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Last updated on Tuesday, June 28, 2011
STATEHOUSE - State lawmakers will this week begin a formal review of the recent controversial Indiana Supreme Court ruling on illegal police entries, according to State Sen. Brent Steele (R-Bedford).
Steele, chair of the Legislative Council Subcommittee on Barnes v. State, said the panel's first meeting will take place at 1 p.m. Wednesday in Room 431 of the Statehouse.
Subcommittee members include Sen. Tim Lanane (D-Anderson) and Reps. Eric Turner (R-Marion) and Linda Lawson (D-Hammond).
"Taking away the constitutional right Indiana residents have to resist questionable police entry into their homes is undoubtedly a shocking decision," Steele said. "Though I am hopeful our state's Supreme Court justices will reconsider the opinion and narrow their ruling, many questions have already been raised. Lawmakers now need to discuss ways to clarify self-defense and search-and-seizure laws in the 2012 legislative session."
In May, Indiana's Supreme Court ruled on a Vanderburgh County case in which a man questioned about a domestic violence call scuffled with a police officer who tried to enter his house without a warrant and against his will. The high court contended that "allowing (citizen) resistance unnecessarily escalates the level of violence and therefore the risk of injuries to all parties involved without preventing the arrest."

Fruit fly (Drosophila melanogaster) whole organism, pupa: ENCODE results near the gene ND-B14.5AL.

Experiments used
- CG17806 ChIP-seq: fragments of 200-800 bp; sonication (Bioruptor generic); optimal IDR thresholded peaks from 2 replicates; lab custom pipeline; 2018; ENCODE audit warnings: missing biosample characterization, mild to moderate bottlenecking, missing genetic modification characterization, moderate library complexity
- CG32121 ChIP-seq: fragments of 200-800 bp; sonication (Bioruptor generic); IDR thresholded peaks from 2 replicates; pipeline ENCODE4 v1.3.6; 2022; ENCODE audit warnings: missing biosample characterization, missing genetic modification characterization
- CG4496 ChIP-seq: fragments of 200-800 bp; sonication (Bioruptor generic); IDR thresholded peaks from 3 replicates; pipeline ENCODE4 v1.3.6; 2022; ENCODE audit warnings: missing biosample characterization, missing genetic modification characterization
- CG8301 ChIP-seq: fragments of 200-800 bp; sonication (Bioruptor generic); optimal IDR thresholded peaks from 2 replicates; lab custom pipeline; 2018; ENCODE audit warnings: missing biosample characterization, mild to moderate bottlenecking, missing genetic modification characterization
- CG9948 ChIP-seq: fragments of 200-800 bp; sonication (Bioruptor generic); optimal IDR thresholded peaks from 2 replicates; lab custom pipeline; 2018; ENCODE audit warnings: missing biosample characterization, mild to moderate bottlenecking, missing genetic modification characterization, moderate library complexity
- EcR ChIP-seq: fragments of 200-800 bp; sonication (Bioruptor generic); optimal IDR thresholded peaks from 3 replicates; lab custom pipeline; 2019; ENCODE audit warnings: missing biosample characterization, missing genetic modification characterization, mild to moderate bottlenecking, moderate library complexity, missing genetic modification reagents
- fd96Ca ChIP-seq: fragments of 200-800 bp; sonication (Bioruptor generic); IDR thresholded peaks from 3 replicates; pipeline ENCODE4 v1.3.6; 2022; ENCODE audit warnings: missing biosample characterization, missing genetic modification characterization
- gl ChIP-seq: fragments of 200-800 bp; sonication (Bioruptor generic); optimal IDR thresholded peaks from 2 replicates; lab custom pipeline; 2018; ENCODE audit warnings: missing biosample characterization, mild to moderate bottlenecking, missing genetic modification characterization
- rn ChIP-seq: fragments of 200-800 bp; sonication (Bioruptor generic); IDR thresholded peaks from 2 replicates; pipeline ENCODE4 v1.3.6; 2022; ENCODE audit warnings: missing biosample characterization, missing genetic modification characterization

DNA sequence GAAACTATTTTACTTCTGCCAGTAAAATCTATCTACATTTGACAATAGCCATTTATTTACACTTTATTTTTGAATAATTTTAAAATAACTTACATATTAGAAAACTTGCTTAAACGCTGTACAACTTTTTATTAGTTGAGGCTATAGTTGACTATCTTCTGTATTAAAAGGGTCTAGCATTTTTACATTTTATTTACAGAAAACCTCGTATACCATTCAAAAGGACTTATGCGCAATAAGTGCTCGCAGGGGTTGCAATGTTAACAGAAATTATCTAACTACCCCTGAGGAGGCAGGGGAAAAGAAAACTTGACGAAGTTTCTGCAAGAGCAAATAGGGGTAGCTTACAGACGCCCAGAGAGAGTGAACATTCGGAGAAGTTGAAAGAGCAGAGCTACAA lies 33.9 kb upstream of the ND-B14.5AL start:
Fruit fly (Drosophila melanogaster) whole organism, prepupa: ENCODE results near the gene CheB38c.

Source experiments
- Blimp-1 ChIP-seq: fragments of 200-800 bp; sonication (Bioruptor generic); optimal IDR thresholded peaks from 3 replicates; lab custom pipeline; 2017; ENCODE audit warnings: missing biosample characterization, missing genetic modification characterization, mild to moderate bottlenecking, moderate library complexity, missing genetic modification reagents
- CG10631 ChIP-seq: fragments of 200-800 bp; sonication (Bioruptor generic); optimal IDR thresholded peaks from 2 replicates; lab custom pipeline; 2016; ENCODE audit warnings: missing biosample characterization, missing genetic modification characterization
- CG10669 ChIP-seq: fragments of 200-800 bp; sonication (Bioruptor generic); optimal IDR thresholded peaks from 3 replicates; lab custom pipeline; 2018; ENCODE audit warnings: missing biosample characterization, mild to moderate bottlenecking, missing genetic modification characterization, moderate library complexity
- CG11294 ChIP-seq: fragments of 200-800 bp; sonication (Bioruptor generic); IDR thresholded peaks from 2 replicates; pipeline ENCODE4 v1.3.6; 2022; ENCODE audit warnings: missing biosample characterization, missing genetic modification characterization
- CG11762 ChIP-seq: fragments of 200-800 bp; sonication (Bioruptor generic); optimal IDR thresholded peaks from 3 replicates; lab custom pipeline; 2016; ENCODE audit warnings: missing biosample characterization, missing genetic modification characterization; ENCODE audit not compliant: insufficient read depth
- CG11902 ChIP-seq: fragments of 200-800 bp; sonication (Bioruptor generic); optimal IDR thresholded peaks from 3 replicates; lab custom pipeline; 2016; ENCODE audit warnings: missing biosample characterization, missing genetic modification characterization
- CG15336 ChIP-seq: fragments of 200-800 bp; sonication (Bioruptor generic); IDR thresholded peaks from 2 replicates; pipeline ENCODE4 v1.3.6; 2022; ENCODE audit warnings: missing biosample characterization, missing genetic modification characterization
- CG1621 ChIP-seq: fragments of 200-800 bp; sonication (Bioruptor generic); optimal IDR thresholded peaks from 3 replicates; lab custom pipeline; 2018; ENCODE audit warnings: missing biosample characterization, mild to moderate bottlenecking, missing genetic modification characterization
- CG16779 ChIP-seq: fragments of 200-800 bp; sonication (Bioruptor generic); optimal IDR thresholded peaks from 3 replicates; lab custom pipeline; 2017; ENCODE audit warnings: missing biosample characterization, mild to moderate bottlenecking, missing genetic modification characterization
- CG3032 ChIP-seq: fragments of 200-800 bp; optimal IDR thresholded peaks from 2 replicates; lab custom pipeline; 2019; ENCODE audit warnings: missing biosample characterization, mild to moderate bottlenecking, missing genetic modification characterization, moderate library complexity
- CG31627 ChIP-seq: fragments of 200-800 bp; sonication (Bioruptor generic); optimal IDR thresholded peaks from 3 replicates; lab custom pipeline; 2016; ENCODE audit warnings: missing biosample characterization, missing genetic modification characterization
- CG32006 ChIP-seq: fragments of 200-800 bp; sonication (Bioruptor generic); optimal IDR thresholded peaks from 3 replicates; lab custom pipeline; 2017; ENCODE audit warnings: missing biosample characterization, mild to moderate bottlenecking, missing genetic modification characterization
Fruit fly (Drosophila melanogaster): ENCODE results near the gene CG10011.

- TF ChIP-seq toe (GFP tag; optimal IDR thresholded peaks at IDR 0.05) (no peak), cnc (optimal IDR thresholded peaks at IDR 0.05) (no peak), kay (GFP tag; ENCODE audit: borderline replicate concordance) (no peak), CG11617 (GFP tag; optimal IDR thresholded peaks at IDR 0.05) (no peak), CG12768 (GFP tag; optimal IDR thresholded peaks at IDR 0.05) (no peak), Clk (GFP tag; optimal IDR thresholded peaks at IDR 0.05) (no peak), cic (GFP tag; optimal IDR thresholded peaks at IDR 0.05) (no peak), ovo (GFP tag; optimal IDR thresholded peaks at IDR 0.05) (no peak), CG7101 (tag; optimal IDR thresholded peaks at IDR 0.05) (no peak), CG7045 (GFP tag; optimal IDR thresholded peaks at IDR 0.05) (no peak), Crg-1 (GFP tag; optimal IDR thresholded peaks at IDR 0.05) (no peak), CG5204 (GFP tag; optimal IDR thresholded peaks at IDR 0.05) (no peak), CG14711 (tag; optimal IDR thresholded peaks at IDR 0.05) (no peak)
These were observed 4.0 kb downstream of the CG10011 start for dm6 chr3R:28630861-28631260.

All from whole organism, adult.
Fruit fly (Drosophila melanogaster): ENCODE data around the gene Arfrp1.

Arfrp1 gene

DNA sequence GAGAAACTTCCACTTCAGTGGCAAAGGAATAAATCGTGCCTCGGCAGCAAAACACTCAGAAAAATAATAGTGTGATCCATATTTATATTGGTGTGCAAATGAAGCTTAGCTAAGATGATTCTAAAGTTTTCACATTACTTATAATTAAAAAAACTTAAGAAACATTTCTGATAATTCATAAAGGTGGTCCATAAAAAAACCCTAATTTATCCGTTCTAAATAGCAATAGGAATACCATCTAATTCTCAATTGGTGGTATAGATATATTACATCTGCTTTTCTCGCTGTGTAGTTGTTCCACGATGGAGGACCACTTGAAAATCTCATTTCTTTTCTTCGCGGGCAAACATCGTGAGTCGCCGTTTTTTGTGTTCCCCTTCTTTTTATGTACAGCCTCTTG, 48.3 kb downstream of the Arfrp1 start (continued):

Since that time, Senate Majority Caucus members including President Pro Tem David Long (R-Fort Wayne), Sens. Ron Alting (R-Lafayette), Ed Charbonneau (R-Valparaiso), Johnny Nugent (R-Lawrenceburg), Jim Tomes (R-Wadesville), Mike Young (R-Indianapolis) and Steele have each announced plans to protect Hoosiers' Fourth Amendment right. In June, these senators and 64 other legislators filed a joint brief encouraging the justices to reconsider their ruling.
"As there has been no reconsideration announced by the court, lawmakers will discuss possible resolutions," Steele said. "While the public is invited to attend, public testimony will be taken at a later date."
To watch proceedings live online, visit http://www.in.gov/legislative/2441.htm.
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